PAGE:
It had been raining not long before we arrived back at Summer Camp - North, but while our gear was being off-loaded and collected, the rains abated. My duffel bag and ruck sack managed to get a pretty good coating of mud in the process, but that's just par for the course.
The beds in this place are still as hammock-y as they were last summer, but I was grateful to snag a lower bunk this time. (With my knees as sore as they've been for the past few months, I was grateful not to have to clamber up to a top bunk.) My back rebelled against the lack of support, but I was counting on it being only for a few days, so I tried not to dwell on how uncomfortable I was.
After all, this was a *lot* better in terms of living conditions than they once were, and could just as well have been. It was *so* good to be Stateside!!
We had to report for the loathsome out-processing briefings at 0700, so I showed up at the DFAC for breakfast at 0615. I figured I was doing pretty well, given that I hadn't often even eaten breakfast while in Iraq or in Kosovo.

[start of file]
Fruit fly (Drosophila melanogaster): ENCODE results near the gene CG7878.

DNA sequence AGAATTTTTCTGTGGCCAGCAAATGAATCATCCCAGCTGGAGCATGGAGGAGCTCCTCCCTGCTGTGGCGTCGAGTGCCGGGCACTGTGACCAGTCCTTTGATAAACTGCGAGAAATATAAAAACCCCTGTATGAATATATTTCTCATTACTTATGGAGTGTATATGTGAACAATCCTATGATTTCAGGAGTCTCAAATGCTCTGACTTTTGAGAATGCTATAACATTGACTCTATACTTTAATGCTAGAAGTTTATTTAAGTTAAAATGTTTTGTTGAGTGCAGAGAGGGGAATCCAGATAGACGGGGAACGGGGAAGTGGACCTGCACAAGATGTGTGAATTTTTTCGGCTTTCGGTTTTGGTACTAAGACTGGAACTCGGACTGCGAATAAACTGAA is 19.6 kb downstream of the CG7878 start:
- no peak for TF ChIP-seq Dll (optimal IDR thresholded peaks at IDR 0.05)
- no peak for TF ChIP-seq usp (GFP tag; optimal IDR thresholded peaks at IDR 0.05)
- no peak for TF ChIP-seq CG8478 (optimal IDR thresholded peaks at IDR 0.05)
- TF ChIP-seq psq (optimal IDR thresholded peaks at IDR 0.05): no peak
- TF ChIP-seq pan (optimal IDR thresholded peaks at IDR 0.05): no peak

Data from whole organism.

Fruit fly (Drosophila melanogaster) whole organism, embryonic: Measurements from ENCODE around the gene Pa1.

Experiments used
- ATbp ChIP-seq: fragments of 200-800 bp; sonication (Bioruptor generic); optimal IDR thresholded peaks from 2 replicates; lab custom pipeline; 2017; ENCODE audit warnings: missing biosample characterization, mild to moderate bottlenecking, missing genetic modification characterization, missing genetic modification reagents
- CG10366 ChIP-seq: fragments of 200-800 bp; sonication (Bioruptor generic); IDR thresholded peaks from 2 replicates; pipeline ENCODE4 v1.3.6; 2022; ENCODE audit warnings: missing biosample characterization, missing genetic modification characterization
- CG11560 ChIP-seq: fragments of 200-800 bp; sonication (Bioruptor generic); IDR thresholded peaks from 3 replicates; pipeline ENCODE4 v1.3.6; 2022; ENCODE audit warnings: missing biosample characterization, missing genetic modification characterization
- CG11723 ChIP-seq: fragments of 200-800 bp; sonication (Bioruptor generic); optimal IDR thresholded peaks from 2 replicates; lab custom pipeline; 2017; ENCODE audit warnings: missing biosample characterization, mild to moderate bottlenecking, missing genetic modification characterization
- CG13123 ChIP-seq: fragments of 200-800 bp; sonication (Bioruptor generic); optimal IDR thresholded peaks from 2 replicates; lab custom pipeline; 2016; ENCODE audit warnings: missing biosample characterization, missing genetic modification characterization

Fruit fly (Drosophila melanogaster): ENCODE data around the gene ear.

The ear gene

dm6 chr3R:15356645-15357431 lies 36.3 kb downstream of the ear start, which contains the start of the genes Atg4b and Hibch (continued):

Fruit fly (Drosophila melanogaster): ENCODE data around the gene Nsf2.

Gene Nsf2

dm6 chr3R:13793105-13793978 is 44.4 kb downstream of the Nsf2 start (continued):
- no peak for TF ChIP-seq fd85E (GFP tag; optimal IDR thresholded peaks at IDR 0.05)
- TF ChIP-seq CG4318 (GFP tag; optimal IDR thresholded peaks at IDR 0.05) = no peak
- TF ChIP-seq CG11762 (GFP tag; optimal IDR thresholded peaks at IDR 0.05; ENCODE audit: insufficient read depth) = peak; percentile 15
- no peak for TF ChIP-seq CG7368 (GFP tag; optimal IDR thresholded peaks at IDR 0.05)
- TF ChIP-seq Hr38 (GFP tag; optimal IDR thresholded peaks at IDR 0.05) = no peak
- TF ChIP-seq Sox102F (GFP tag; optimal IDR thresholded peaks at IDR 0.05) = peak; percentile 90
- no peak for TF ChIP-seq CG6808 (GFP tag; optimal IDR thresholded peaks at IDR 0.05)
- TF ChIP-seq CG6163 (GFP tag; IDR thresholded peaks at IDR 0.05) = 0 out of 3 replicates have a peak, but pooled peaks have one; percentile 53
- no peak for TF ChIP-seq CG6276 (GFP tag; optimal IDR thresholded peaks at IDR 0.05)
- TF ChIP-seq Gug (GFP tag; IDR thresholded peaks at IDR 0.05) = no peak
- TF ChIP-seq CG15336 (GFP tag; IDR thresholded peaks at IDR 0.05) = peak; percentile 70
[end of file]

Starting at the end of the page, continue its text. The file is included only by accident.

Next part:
I saw a few of my Aviation buddies in the DFAC. They were dressed in civilian attire, and ready to board the buses home to Kentucky. I felt sad that I'd not be able to wish them all well as they left for home (finally!), because I had to attend briefings at the times their buses were leaving.
Our briefings (finance, VA, JAG -- I can't even remember them all at this point!) droned on and on and on, until it was time for lunch. I was able to meet up with a friend of mine who had been on med hold there at Summer Camp - North for a couple of weeks before we arrived, and I took him to lunch at the All-Ranks Club. (A bit pricey, but it was nice to be eating anything back home in the U.S. of A!)
My friend has recently become someone who goes to a lot of AA meetings, and it was a relief to be back in the presence of folks like him! I learned that he had some friends he wanted to introduce to me, so that sounded like fun, too.
The briefings resumed and consumed most of the afternoon and early evening. Truth be told, there was some interesting and important information put forward, and I'll be taking some of the stuff from the Veterans Administration back to give to my Dad, who's a Korean-War-era Army veteran.
Demobilization (DEMOB) involves a lot of hurry-up-and-wait, but if I remember to breathe, I've found (both at Summer Camp - South, after Iraq, and now here) that what needs to get done gets done according to a rhythm and timetable other than my own, and I have a much better time if I just go with the flow.
Of course, if it weren't 'sauna time', it would seem to flow a lot better, I'd bet! It has been ghastly hot and humid since we arrived.
Blessings and peace to one and all,
Fr. Tim, SJ